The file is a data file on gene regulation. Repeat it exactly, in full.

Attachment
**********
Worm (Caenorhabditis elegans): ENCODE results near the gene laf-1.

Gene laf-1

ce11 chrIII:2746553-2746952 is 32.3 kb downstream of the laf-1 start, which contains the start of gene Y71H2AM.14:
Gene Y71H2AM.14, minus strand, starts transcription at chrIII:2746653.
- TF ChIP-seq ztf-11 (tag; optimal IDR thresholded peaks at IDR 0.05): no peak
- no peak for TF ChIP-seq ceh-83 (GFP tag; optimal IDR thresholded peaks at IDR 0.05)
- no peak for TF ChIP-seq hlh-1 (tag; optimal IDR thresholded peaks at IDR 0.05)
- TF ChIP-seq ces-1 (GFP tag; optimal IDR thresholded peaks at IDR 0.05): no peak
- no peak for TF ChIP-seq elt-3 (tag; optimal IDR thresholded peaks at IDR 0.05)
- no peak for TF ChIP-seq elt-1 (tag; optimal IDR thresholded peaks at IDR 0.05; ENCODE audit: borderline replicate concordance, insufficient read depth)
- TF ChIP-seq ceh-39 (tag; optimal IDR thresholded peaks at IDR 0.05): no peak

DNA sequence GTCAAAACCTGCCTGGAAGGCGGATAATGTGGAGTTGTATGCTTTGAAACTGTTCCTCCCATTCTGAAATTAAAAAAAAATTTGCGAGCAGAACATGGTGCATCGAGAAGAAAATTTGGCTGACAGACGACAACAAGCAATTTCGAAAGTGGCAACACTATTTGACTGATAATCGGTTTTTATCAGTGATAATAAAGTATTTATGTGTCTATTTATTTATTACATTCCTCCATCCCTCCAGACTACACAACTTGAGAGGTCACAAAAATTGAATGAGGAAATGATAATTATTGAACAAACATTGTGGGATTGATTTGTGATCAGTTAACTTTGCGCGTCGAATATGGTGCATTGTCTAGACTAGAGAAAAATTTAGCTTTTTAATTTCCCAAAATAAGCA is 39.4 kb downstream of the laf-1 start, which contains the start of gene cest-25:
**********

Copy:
Worm (Caenorhabditis elegans): ENCODE results near the gene laf-1.

Gene laf-1

ce11 chrIII:2746553-2746952 is 32.3 kb downstream of the laf-1 start, which contains the start of gene Y71H2AM.14:
Gene Y71H2AM.14, minus strand, starts transcription at chrIII:2746653.
- TF ChIP-seq ztf-11 (tag; optimal IDR thresholded peaks at IDR 0.05): no peak
- no peak for TF ChIP-seq ceh-83 (GFP tag; optimal IDR thresholded peaks at IDR 0.05)
- no peak for TF ChIP-seq hlh-1 (tag; optimal IDR thresholded peaks at IDR 0.05)
- TF ChIP-seq ces-1 (GFP tag; optimal IDR thresholded peaks at IDR 0.05): no peak
- no peak for TF ChIP-seq elt-3 (tag; optimal IDR thresholded peaks at IDR 0.05)
- no peak for TF ChIP-seq elt-1 (tag; optimal IDR thresholded peaks at IDR 0.05; ENCODE audit: borderline replicate concordance, insufficient read depth)
- TF ChIP-seq ceh-39 (tag; optimal IDR thresholded peaks at IDR 0.05): no peak

DNA sequence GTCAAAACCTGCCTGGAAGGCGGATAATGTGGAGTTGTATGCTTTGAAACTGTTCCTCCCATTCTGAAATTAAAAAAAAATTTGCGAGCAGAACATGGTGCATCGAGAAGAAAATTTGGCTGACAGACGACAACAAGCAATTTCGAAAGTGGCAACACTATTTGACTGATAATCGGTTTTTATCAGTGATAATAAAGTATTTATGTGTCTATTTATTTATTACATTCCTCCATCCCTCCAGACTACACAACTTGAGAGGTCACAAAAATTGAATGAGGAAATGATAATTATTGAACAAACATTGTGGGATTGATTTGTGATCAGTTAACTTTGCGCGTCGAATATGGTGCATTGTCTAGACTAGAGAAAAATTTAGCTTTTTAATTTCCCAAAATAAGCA is 39.4 kb downstream of the laf-1 start, which contains the start of gene cest-25: